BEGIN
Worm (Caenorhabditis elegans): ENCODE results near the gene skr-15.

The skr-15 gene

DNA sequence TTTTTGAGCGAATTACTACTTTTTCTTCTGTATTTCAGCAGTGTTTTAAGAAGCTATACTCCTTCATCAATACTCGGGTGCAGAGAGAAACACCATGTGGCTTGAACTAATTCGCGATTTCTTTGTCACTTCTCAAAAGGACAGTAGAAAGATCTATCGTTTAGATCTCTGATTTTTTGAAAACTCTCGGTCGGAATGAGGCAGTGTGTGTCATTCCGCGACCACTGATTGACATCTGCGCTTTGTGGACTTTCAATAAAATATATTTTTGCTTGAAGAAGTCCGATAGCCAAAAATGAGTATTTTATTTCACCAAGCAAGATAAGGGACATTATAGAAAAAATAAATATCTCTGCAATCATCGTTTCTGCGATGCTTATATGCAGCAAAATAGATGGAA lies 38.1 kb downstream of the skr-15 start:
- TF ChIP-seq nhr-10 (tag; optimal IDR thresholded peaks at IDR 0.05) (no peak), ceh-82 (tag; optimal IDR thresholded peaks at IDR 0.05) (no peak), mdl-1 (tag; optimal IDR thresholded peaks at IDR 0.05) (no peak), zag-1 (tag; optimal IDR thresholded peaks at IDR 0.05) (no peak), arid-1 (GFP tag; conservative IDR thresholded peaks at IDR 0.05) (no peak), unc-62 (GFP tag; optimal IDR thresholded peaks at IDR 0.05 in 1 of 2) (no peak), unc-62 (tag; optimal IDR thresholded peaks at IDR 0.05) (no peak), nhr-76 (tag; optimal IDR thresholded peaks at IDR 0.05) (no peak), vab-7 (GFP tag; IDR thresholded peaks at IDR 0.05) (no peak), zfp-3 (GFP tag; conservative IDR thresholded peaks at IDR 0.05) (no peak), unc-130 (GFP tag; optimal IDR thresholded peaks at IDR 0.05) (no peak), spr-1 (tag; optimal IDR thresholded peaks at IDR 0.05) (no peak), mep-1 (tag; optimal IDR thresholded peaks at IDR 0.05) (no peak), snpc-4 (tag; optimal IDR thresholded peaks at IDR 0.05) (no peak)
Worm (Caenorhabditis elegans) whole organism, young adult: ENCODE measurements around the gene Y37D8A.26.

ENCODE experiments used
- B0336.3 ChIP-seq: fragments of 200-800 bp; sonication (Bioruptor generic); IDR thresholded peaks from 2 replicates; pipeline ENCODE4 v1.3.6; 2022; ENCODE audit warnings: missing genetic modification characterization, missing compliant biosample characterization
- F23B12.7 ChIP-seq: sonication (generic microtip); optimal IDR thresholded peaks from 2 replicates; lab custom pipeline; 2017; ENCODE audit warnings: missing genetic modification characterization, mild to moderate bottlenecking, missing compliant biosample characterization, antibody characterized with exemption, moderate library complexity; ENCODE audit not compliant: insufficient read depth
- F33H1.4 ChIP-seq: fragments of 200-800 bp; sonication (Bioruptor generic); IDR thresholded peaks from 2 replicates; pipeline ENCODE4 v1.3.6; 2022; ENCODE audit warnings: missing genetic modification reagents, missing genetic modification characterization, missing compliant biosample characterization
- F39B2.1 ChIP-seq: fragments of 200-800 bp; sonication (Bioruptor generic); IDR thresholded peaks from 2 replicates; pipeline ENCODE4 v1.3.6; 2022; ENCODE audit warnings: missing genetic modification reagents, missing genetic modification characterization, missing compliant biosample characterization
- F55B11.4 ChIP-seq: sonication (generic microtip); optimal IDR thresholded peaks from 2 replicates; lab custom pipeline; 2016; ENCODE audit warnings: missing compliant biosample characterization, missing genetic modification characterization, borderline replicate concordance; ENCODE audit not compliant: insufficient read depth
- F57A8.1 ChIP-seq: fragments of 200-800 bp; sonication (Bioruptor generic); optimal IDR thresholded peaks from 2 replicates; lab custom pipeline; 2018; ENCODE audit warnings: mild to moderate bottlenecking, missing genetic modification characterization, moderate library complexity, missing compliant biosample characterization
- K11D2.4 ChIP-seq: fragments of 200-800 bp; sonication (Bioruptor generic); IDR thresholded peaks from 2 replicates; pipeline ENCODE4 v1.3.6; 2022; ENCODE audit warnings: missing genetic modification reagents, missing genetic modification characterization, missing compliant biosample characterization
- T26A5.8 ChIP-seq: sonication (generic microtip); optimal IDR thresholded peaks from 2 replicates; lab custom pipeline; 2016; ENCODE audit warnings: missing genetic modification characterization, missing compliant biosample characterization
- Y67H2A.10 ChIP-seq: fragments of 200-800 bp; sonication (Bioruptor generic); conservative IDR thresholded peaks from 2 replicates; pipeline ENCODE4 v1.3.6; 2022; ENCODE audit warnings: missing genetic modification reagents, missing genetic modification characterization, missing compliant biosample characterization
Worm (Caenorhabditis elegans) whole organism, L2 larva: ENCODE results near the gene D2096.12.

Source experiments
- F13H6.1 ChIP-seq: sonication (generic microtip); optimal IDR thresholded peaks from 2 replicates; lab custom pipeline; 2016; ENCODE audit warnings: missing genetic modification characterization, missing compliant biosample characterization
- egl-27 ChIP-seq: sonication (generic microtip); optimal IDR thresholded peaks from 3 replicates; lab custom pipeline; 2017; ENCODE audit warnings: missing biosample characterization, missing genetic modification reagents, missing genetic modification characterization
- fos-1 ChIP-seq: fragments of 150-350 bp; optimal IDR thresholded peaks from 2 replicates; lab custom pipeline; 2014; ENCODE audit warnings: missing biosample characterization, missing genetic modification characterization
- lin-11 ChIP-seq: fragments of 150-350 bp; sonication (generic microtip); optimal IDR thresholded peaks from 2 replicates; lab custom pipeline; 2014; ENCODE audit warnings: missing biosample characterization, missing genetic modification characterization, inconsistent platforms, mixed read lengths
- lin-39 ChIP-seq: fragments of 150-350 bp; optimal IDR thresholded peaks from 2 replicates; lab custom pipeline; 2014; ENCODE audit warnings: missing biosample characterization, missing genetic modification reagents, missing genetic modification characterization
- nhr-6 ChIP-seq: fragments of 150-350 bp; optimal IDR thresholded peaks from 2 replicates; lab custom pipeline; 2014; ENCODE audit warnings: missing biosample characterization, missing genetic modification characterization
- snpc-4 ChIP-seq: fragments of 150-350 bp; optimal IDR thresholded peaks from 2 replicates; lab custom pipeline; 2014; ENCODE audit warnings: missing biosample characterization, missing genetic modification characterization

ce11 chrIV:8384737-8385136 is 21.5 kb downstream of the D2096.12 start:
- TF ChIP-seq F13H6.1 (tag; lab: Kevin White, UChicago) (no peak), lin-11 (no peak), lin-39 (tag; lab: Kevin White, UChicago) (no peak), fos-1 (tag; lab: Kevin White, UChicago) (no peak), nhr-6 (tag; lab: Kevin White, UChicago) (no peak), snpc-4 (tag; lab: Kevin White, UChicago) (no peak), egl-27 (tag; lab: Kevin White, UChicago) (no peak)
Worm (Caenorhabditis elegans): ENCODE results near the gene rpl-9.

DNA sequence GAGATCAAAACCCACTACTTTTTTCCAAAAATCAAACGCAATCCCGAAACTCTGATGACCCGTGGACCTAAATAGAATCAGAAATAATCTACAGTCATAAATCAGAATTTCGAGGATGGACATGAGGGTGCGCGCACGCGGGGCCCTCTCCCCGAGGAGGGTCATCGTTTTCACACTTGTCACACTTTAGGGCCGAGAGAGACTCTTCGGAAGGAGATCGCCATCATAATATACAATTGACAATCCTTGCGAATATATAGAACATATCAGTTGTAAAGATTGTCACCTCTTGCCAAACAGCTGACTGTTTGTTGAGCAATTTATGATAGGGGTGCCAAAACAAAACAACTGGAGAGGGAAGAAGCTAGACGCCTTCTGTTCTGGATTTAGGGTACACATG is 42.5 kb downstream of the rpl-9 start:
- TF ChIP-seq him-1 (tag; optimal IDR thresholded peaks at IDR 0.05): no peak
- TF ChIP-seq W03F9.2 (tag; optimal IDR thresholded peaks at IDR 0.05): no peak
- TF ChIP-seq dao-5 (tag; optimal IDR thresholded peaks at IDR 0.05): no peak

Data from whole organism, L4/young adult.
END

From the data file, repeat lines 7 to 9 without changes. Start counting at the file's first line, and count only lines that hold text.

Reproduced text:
- B0336.3 ChIP-seq: fragments of 200-800 bp; sonication (Bioruptor generic); IDR thresholded peaks from 2 replicates; pipeline ENCODE4 v1.3.6; 2022; ENCODE audit warnings: missing genetic modification characterization, missing compliant biosample characterization
- F23B12.7 ChIP-seq: sonication (generic microtip); optimal IDR thresholded peaks from 2 replicates; lab custom pipeline; 2017; ENCODE audit warnings: missing genetic modification characterization, mild to moderate bottlenecking, missing compliant biosample characterization, antibody characterized with exemption, moderate library complexity; ENCODE audit not compliant: insufficient read depth
- F33H1.4 ChIP-seq: fragments of 200-800 bp; sonication (Bioruptor generic); IDR thresholded peaks from 2 replicates; pipeline ENCODE4 v1.3.6; 2022; ENCODE audit warnings: missing genetic modification reagents, missing genetic modification characterization, missing compliant biosample characterization